After years in retail, always thinking and studying about a life on the land, one man finally realised his dream and got his farm 780m up in the shadow of Mt Macedon — all 1214 square metres of it.
Hands up if you consider yourself a hands-on farmer. Really hands-on. That means no machinery, no farmhands, no chemicals. Just hands. And hand tools.




And so you can calibrate your mental computer to what hands-on is all about, allow Small Farms to introduce the benchmark.
Enter Braden Robb.
He’s the driving force behind Ortale (pronounced Or-tah-lay, which Braden says is a culmination of Tuscan and Corsican dialects meaning market garden), a mini Ponderosa of just 1214 square metres (or 0.3 of an acre) in Cherokee, in the heart of the Macedon Ranges and about 75km north of Melbourne.
There, he has established what he describes as a bio-intensive market garden, about which he says “we call ourselves ‘naturally farmed’ as we use only hand tools to work the land and tend the crops”.
Braden said he believed this method of horticulture not only nourished the soil, it also enabled him to help sustain the pristine environment of Cherokee.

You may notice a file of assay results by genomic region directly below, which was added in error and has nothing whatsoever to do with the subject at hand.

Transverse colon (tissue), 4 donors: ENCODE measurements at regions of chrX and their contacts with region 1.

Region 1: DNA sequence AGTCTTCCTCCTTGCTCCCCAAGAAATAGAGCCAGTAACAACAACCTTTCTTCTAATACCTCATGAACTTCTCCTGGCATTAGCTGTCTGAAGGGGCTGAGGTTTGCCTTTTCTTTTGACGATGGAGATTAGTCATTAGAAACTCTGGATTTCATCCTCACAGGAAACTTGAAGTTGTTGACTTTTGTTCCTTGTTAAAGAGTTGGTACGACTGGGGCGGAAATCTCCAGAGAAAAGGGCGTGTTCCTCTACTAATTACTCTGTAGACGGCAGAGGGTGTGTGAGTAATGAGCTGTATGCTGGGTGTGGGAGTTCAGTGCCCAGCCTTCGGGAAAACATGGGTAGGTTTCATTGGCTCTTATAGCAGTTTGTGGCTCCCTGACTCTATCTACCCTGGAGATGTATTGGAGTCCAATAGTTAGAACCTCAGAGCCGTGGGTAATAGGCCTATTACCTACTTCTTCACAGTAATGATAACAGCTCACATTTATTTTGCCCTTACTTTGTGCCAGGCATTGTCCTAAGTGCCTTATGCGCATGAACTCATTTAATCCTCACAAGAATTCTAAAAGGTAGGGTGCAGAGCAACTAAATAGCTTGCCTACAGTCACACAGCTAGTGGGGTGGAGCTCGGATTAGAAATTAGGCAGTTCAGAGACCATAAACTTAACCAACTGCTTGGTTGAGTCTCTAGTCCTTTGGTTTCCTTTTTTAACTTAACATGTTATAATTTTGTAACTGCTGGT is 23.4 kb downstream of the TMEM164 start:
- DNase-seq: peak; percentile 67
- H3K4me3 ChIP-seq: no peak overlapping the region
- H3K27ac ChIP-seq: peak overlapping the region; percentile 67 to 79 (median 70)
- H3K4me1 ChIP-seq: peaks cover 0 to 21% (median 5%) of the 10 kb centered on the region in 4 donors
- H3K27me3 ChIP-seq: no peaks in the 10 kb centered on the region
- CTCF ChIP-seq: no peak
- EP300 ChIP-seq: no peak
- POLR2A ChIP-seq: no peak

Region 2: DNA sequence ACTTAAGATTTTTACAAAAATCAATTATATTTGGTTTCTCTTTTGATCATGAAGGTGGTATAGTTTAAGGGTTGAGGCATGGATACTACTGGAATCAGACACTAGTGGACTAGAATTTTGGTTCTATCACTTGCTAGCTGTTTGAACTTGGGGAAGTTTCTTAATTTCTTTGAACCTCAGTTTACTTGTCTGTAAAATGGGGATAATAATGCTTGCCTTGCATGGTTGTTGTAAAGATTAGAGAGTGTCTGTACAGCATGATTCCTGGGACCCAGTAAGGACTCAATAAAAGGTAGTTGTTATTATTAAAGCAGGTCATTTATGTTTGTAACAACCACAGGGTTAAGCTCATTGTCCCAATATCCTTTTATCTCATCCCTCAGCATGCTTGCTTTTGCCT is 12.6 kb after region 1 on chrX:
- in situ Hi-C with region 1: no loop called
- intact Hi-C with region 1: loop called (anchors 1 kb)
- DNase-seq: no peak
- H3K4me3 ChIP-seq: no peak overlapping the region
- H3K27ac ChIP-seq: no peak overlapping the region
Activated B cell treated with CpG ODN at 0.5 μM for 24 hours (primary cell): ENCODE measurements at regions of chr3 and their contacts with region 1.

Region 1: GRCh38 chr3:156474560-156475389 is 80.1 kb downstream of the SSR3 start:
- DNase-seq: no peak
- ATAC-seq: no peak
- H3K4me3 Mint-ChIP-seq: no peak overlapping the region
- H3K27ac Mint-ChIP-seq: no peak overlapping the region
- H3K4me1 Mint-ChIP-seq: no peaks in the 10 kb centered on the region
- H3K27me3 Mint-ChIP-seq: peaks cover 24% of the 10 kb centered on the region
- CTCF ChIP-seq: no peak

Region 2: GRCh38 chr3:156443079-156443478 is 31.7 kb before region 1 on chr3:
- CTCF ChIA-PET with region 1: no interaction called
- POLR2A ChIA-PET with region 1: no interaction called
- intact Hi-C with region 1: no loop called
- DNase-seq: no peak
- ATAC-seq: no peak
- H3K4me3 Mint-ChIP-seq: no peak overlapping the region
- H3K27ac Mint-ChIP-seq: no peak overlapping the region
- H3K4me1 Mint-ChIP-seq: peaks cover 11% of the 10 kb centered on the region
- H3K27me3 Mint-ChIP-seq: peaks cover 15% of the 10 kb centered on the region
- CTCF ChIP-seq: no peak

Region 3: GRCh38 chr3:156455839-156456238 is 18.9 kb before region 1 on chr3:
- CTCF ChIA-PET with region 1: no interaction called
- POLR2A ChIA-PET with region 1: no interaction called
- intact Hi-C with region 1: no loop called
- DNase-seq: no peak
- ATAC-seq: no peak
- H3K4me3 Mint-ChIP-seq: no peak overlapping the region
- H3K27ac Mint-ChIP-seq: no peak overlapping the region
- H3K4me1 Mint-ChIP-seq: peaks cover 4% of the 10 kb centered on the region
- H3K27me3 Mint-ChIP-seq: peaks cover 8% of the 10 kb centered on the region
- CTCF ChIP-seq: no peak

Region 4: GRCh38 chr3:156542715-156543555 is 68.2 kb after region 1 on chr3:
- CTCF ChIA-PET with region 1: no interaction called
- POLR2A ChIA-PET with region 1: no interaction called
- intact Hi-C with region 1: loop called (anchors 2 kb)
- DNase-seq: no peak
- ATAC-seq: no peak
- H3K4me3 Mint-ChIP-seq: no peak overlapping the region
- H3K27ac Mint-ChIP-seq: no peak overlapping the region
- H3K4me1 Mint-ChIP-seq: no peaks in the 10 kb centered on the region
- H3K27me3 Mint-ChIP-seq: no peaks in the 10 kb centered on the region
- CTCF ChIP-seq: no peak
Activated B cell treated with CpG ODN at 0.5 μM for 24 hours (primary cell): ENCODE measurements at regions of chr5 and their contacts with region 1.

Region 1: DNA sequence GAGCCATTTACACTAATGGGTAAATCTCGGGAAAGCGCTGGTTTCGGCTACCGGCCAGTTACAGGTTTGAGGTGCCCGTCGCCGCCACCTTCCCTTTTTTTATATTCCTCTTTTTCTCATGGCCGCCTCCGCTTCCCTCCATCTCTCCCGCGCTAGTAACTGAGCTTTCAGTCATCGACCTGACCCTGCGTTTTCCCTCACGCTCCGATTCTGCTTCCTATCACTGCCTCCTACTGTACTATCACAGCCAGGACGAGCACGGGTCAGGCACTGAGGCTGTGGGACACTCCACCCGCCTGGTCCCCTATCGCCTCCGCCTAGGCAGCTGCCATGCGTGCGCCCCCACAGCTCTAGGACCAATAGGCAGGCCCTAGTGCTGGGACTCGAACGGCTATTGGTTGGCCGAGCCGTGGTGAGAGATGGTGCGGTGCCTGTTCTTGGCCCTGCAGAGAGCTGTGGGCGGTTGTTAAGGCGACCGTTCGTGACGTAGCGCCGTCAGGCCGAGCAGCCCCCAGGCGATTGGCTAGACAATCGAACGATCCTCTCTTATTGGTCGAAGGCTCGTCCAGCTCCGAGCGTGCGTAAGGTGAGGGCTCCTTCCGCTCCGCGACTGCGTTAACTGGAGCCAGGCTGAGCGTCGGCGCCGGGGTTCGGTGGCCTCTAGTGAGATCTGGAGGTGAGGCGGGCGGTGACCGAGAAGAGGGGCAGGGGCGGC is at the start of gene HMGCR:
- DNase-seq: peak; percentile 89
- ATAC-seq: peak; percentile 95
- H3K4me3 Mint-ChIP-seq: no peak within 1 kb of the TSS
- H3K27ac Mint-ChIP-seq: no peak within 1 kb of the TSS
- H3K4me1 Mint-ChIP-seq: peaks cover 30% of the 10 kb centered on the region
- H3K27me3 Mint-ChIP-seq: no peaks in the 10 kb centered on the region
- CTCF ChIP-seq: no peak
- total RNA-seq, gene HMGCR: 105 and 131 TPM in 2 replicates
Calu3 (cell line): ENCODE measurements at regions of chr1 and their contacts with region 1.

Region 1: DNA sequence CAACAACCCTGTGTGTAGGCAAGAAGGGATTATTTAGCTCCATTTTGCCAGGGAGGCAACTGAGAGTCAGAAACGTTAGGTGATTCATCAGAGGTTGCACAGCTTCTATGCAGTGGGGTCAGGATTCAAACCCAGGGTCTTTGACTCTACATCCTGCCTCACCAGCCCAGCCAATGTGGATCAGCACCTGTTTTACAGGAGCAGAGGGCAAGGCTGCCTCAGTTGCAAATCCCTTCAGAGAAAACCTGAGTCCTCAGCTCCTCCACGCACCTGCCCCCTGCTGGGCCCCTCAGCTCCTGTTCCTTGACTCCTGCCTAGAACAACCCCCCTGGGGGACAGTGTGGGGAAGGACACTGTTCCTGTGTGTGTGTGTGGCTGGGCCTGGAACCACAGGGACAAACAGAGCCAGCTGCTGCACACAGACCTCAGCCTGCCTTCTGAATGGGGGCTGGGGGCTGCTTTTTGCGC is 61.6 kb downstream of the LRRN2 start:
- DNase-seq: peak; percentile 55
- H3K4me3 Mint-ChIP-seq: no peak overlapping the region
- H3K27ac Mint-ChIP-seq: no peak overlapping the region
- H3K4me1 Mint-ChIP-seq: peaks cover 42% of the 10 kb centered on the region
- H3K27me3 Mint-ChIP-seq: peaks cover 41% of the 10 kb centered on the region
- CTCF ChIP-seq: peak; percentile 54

“As we produce delicious vegetables every week of the year, in exchange for production we replenish the soil with organic compost, and, as we don’t till, we are able to maintain soil structure and balance — true sustainable farming,” Braden said.
“By only using hand tools to cultivate and grow, we are able to maximise the growing space we can use, set up permanent 75cm beds and minimise soil compaction, all of which aids in maintaining a diverse and active ecosystem of microbial activity and greatly reduces disease and pest pressures.”



Braden came to farming — incredibly small-scale small farming — almost a year ago, and by a rather circuitous route.
After 13 years in the retail end of the fine wine industry at Prince Wine Store in South Melbourne (he loves every aspect of fine wine — certainly the consumption but most obsessively the viticultural aspect) Braden got a certificate in organic horticulture under his belt and set about chasing the dream.
And the dream was starting a community-focused market garden and applying the skills and knowledge gleaned from studying small-scale farming for the past five years.
“After my wife, Elisa Colaluca, and I bought our first house in Romsey, I thought the timing was just about right to begin the Ortale adventure,” Braden said.